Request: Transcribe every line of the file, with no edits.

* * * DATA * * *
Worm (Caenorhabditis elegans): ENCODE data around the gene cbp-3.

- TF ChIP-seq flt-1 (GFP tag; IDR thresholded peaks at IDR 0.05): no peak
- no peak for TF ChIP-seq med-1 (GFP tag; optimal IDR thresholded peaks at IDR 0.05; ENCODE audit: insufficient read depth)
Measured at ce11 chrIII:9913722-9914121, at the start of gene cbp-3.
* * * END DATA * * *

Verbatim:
Worm (Caenorhabditis elegans): ENCODE data around the gene cbp-3.

- TF ChIP-seq flt-1 (GFP tag; IDR thresholded peaks at IDR 0.05): no peak
- no peak for TF ChIP-seq med-1 (GFP tag; optimal IDR thresholded peaks at IDR 0.05; ENCODE audit: insufficient read depth)
Measured at ce11 chrIII:9913722-9914121, at the start of gene cbp-3.